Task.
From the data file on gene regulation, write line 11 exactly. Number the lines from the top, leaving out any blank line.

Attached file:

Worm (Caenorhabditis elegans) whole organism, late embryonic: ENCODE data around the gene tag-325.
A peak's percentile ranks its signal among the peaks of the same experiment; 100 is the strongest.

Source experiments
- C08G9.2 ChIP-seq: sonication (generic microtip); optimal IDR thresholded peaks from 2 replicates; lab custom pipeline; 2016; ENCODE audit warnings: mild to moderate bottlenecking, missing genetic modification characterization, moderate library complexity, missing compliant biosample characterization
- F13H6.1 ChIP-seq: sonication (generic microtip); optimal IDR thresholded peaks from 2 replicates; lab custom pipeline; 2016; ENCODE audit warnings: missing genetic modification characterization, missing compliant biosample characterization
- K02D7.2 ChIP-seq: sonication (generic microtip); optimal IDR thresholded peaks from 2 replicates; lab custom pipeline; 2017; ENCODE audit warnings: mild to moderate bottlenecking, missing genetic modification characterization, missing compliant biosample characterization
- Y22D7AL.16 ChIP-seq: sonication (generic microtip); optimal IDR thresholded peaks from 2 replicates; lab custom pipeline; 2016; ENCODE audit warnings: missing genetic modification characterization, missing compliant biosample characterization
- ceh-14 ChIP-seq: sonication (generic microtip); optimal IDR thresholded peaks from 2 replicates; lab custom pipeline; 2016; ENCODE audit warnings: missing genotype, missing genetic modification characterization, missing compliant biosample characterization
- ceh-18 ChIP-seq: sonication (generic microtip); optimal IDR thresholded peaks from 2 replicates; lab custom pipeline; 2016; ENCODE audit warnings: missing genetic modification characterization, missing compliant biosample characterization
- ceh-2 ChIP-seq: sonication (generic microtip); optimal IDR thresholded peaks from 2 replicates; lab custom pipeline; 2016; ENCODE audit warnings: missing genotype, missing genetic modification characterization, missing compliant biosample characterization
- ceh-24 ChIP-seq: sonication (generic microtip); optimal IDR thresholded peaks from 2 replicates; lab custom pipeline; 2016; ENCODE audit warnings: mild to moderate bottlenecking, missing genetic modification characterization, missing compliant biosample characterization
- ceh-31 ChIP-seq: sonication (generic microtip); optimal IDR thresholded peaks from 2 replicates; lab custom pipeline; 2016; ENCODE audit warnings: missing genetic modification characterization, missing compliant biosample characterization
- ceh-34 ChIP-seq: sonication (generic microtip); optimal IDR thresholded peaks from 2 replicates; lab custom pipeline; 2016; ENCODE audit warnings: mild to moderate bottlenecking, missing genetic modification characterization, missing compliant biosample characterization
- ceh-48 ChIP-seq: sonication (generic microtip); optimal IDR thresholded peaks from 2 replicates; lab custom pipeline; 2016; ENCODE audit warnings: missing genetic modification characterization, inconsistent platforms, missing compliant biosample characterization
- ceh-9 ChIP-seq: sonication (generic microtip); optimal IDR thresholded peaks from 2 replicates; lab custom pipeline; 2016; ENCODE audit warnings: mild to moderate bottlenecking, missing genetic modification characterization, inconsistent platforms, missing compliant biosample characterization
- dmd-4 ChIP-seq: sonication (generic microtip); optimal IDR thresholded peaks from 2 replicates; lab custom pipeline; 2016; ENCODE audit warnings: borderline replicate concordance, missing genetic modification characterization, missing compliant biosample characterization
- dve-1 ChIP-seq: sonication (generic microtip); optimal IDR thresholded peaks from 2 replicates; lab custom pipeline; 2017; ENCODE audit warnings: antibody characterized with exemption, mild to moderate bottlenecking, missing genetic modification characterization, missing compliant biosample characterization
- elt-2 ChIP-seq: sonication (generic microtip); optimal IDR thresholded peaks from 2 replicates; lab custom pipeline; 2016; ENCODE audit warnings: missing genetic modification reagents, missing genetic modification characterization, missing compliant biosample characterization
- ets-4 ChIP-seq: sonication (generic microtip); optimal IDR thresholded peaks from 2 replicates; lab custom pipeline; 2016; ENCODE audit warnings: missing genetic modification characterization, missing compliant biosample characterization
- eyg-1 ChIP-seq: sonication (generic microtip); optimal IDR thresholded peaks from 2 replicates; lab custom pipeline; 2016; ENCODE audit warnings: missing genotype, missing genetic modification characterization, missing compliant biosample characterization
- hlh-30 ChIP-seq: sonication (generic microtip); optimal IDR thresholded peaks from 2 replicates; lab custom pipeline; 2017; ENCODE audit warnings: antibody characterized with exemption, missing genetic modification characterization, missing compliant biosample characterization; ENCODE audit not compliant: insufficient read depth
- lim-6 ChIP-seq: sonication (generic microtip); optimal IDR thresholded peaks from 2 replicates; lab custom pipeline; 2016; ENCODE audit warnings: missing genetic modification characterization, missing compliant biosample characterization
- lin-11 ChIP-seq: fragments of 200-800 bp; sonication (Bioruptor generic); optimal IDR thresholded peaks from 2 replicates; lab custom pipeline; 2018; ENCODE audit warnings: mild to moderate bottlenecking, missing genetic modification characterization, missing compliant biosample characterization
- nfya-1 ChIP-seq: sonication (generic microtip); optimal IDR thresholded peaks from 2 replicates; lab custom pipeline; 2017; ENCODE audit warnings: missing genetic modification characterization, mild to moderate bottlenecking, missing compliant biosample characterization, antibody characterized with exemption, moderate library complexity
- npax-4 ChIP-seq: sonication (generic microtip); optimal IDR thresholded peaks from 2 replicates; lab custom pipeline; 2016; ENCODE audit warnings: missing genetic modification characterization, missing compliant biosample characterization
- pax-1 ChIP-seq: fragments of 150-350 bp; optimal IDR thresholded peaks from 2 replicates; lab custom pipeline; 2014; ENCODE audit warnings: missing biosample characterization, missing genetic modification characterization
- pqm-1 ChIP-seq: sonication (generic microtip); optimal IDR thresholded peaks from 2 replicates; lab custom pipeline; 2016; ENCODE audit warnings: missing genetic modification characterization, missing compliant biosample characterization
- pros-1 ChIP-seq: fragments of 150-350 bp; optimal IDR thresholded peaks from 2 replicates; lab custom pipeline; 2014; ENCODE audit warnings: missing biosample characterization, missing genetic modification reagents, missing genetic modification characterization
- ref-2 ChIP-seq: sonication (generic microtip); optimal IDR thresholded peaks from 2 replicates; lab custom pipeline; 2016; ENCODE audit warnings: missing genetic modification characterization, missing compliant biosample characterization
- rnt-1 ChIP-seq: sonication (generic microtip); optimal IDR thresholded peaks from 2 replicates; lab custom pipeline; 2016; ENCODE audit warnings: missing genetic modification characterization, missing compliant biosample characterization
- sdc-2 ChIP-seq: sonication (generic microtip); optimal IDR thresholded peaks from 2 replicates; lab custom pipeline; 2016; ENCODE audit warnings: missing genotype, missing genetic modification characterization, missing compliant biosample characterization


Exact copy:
- ceh-24 ChIP-seq: sonication (generic microtip); optimal IDR thresholded peaks from 2 replicates; lab custom pipeline; 2016; ENCODE audit warnings: mild to moderate bottlenecking, missing genetic modification characterization, missing compliant biosample characterization